CHAP. XXVIII. The people of Brundusium, irritated by
the insolence of Pompey's soldiers, and the insults received
from Pompey himself, were in favor of Caesar's party. There-
fore, as soon as they were aware of Pompey's departure,
while his men were running up and down, and busied about
their voyage, they made signs from the tops of the houses :
Caesar, being apprised of the design by them, ordered scaling-
ladders to be got ready, and his mon to take arms, that
he might not lose any opportunity of coming to an action.
Pompey weighed anchor at nightfall. The soldiers who had
been posted on the wall to guard it, were called off by the
signal which had been agreed on, and knowing the roads, ran
down to the ships. Caesar's soldiers fixed their ladders and
scaled the walls : but being cautioned by the people to beware
of the hidden stakes and covered trenches, they halted, and
being conducted by the inhabitants by a long circuit, they
reached the port, and captured with their long boats and small
craft two of Pompey's ships, full of soldiers, which had struck
against Caesar's moles.

CHAP. XXIX. Though Caesar highly approved of col-
lecting a fleet, and crossing the sea, and pursuing Pompey
before he could strengthen himself with his transmarine
auxiliaries, with the hope of bringing the war to a conclusion,
yet he dreaded the delay and length of time necessary to effect
it : because Pompey, by collecting all his ships, had deprived
him of the means of pursuing him at present. The only
resource left to Caesar, was to wait for a fleet from the distant


regions of Gaul, Piconum, and the straits of Gibraltar. But
this, on account of the season of the year, appeared tedious and
troublesome. lie was unwilling that, in the mean time, the
veteran army, and the two Spains, one of which was bound to
Pompey by the strongest obligations, should be confirmed in
his interest ; that auxiliaries and cavalry should be provided,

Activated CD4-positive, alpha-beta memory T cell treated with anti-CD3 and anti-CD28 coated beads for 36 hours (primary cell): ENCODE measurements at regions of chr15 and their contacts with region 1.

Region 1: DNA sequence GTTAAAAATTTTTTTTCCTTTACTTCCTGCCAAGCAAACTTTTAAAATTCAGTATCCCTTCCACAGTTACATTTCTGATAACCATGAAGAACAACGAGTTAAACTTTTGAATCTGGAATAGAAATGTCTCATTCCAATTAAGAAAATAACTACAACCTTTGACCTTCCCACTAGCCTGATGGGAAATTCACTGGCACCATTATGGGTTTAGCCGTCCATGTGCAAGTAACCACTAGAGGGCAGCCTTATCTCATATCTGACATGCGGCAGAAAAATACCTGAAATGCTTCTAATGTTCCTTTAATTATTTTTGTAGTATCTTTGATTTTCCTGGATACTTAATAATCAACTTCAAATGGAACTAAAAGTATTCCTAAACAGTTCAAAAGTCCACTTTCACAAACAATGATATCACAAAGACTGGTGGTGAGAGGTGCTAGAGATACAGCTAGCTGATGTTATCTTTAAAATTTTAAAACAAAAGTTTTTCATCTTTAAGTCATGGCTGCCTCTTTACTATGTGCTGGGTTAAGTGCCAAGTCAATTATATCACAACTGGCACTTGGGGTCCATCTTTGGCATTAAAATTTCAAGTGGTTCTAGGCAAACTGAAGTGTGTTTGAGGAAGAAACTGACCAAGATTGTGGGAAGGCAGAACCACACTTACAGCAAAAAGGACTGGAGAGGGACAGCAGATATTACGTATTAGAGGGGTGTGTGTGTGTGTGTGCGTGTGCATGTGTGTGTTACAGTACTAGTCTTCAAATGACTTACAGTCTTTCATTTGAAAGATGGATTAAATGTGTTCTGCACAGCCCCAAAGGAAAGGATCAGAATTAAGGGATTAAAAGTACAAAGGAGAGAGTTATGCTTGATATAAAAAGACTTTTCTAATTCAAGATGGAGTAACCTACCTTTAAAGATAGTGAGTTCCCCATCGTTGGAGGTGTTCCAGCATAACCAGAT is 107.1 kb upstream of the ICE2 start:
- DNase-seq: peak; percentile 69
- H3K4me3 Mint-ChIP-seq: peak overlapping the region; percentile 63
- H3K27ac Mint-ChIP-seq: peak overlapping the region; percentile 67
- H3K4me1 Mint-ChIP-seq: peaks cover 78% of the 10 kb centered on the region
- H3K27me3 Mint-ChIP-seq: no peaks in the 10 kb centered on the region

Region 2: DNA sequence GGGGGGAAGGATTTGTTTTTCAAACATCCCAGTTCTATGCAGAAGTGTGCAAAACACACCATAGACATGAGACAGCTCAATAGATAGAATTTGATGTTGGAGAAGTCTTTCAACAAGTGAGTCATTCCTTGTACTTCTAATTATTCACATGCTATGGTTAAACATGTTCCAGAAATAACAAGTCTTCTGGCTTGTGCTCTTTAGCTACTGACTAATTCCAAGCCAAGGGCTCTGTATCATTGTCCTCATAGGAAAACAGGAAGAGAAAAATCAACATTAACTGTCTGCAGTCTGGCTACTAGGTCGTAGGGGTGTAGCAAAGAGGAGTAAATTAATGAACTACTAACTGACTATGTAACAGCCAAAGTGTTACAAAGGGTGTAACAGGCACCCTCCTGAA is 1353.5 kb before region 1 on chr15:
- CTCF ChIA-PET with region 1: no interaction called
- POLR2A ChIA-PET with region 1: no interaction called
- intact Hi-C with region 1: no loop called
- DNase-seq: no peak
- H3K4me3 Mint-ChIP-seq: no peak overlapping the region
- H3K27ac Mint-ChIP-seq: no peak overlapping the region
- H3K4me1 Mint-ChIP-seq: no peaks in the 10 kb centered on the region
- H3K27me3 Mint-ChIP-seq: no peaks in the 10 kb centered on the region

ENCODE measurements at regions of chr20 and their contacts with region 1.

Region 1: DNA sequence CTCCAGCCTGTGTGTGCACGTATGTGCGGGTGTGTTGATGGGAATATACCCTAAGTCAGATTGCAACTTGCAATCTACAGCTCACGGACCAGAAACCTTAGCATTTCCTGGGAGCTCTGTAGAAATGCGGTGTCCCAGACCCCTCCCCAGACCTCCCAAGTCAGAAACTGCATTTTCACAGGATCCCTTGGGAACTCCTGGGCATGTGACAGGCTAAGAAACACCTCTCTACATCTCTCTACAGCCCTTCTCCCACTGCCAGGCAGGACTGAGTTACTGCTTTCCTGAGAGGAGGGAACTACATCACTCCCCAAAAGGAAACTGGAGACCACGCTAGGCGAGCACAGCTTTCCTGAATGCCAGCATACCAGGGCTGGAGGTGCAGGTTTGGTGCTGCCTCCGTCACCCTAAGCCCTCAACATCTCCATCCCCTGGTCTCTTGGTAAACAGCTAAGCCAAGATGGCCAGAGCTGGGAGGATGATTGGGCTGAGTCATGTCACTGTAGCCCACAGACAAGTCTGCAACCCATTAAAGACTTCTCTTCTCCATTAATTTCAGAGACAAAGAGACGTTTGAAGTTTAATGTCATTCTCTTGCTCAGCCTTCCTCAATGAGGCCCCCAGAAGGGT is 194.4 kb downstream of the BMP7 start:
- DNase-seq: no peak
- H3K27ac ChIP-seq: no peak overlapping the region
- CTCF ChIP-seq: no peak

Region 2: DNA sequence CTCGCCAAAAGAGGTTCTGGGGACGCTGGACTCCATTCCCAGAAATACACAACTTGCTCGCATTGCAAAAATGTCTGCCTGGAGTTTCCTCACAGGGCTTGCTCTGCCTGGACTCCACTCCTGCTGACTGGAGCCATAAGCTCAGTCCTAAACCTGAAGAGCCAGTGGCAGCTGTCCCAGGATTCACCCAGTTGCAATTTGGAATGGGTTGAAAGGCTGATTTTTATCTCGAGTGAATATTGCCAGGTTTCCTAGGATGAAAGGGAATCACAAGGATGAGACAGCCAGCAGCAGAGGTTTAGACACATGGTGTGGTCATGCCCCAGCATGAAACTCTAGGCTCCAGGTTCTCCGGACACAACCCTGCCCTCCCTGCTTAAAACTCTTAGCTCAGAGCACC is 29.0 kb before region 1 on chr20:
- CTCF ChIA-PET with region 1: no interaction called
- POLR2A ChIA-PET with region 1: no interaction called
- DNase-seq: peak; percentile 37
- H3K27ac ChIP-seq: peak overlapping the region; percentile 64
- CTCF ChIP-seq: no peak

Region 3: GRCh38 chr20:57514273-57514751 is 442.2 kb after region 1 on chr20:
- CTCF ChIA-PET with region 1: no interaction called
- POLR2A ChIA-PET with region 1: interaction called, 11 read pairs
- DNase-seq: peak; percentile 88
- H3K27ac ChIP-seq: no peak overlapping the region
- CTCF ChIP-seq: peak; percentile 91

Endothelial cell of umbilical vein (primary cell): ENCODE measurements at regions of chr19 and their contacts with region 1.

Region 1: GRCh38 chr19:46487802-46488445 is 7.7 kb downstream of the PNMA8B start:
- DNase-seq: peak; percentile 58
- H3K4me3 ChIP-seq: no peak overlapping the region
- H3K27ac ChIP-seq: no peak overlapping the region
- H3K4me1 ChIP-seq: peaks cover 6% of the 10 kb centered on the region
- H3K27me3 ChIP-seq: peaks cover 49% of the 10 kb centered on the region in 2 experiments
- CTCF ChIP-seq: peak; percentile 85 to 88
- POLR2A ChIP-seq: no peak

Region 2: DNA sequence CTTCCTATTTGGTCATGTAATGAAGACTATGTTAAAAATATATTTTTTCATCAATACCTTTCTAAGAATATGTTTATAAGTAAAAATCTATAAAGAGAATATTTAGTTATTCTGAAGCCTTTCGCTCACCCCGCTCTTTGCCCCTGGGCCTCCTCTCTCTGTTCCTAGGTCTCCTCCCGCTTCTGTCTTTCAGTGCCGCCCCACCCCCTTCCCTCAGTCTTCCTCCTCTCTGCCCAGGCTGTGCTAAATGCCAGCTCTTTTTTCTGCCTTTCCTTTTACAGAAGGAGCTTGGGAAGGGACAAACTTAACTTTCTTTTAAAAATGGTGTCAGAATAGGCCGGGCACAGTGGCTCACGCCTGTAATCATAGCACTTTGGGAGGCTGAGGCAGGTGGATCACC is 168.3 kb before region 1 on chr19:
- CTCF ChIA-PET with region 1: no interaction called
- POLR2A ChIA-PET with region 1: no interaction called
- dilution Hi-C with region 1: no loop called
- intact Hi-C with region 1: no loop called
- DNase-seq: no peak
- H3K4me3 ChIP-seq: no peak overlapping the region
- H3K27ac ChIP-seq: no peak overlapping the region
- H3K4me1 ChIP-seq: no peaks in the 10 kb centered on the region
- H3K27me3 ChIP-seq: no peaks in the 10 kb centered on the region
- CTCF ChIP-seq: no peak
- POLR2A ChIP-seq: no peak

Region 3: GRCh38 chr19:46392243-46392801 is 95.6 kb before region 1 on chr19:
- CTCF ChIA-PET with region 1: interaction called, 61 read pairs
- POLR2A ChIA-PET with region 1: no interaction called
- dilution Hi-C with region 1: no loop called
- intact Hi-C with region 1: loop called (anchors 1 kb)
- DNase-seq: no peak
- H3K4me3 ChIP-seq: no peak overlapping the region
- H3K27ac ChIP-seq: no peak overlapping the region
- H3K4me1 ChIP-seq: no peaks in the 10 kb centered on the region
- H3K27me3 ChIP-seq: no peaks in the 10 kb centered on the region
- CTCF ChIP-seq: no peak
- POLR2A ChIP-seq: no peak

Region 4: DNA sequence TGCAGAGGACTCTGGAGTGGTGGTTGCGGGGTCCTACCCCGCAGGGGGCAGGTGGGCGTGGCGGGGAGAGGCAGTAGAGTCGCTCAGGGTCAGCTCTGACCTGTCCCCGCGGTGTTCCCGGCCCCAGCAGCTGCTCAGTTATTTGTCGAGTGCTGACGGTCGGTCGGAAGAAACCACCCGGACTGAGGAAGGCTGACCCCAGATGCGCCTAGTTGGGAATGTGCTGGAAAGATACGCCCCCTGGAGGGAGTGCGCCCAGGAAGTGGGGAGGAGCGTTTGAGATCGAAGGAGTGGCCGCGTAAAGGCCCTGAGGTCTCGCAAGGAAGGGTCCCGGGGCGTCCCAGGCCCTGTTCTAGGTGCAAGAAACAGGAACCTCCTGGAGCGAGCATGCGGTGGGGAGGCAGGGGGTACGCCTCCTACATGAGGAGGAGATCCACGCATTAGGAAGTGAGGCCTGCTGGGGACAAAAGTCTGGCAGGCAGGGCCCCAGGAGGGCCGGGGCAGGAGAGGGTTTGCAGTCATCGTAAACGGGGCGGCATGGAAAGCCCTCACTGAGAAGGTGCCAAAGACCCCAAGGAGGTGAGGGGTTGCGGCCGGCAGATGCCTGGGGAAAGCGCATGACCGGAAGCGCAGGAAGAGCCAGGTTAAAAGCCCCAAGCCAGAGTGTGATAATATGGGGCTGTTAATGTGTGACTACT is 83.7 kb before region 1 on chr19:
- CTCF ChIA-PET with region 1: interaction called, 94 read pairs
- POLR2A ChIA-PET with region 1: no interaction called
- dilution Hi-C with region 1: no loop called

and Gaul and Italy reduced in his absence.

CHAP. XXX. Therefore, for the present, he relinquished
all intention of pursuing Pompey, and resolved to march to
Spain, and commanded the magistrates of the free towns to
procure him ships, and to have them conveyed to Brundusium.
He detached Valerius, his lieutenant, with one legion to
Sardinia ; Curio, the propraetor, to Sicily with three legions ;
and ordered him, when he had recoverd Sicily, to imme-
diately transport his army to Africa. Marcus Cotta was at this
time governor of Sardinia : Marcus Cato, 1 of Sicily : and
Tubero, by the lots, should have had the government of Africa.
The Caralitani, 2 as soon as they heard that Valerius was sent
against them, even before he left Italy, of their own accord
drove Cotta out of the town ; who, terrified because he under-
stood that the whole province was combined [against him], fled
from Sardinia to Africa. Cato was in Sicily, repairing the old
ships of war, and demanding new ones from the states, and these
things he performed with great zeal. He was raising levies of
Roman citizens, among the Lucani and Brutii, by his lieu-
tenants, and exacting a certain quota* of horse and foot from the
states of Sicily. When these things were nearly completed,
being informed of Curio's approach, he made a complaint that he
was abandoned and betrayed by Pompey, who had undertaken
an unnecessaiy war, without making any preparation, and
when questioned by him and other members in the senate,

1 Marcus Cato, better known by the name of Cato of Utica, was one
of the most determined enemies of Caesar. He continued the struggle
until affairs became desperate, and then committed suicide in Utica, a
town of Africa. Cato the elder, surnamed the Censor, was the first dis-
tinguished man of the name. Livy remarked of him, that his talents
were so great and so versatile, that he could have Braised himself to the
highest honors of any state in which he might have been born. He was
a most deadly foe to Carthage, and concluded every debate in the senate
with the well-known words, ' : delenda est Carthago."

2 The inhabitants of Carales, now Cagliari, the modern capital of Sar-
dinia, in the south of the island. It was built by the Carthaginians.


had assured them that every thing was ready and provided for
the "war. After having made these complaints in a public
assembly, he fled from his province.

CHAP. XXXI. Valerius found Sardinia, and Curio, Sicily,
deserted by their governors when they arrived there with their
armies. When Tubero arrived in Africa, he found Attius
Varus in the government of the province, who, having lost his
cohorts, as already related, at Auximum, had straightway fled
to Africa, and finding it without a governor, had seized it of
his own accord, and making levies, had raised two legions.
From his acquaintance with the people and country, and his
knowledge of that province, he found the means of effecting this ;